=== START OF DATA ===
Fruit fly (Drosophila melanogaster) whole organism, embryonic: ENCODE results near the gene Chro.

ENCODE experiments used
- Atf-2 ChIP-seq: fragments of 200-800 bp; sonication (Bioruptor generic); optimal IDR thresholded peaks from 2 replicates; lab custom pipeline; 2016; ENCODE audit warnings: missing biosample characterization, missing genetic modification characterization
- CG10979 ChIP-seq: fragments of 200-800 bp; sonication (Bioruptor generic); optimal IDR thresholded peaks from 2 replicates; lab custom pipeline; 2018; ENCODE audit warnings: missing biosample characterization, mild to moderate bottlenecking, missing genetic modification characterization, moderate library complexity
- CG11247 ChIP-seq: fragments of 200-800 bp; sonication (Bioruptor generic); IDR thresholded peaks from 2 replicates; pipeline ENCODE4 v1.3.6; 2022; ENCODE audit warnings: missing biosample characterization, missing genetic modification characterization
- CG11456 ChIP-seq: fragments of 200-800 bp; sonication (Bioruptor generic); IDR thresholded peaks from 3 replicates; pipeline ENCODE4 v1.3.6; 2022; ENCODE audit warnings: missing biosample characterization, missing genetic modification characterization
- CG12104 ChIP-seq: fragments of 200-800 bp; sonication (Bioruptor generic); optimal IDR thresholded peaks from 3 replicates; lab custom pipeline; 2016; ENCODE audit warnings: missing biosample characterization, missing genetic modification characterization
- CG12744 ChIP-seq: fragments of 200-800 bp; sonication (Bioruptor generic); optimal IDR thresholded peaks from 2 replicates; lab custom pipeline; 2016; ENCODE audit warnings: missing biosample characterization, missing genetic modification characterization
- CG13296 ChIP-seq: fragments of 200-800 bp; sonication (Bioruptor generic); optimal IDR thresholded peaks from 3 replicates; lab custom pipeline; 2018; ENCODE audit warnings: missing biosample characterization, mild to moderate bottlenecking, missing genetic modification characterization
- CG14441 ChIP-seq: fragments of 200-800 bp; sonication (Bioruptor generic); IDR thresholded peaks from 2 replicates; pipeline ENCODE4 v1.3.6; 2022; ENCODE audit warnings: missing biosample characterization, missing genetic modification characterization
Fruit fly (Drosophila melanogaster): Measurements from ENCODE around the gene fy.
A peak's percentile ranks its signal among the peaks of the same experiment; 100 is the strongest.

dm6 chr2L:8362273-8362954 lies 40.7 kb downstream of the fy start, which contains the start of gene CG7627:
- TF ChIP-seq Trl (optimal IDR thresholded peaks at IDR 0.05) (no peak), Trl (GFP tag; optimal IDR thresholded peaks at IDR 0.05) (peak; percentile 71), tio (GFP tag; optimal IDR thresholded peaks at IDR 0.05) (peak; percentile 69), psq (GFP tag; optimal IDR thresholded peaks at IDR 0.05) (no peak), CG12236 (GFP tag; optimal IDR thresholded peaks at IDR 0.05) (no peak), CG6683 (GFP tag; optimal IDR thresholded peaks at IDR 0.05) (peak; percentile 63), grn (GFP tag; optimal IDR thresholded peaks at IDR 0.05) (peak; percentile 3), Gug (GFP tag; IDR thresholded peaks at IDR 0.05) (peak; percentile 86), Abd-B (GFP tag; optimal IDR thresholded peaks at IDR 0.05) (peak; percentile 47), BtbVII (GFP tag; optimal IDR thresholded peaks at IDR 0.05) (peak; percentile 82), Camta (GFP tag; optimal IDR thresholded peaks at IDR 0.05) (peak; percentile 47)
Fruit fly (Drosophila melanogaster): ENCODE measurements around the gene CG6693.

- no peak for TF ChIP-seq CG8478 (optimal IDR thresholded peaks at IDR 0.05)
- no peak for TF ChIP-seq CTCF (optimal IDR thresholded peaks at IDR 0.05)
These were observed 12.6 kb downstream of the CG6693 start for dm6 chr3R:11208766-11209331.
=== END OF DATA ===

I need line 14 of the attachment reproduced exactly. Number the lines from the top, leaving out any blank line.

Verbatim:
- TF ChIP-seq Trl (optimal IDR thresholded peaks at IDR 0.05) (no peak), Trl (GFP tag; optimal IDR thresholded peaks at IDR 0.05) (peak; percentile 71), tio (GFP tag; optimal IDR thresholded peaks at IDR 0.05) (peak; percentile 69), psq (GFP tag; optimal IDR thresholded peaks at IDR 0.05) (no peak), CG12236 (GFP tag; optimal IDR thresholded peaks at IDR 0.05) (no peak), CG6683 (GFP tag; optimal IDR thresholded peaks at IDR 0.05) (peak; percentile 63), grn (GFP tag; optimal IDR thresholded peaks at IDR 0.05) (peak; percentile 3), Gug (GFP tag; IDR thresholded peaks at IDR 0.05) (peak; percentile 86), Abd-B (GFP tag; optimal IDR thresholded peaks at IDR 0.05) (peak; percentile 47), BtbVII (GFP tag; optimal IDR thresholded peaks at IDR 0.05) (peak; percentile 82), Camta (GFP tag; optimal IDR thresholded peaks at IDR 0.05) (peak; percentile 47)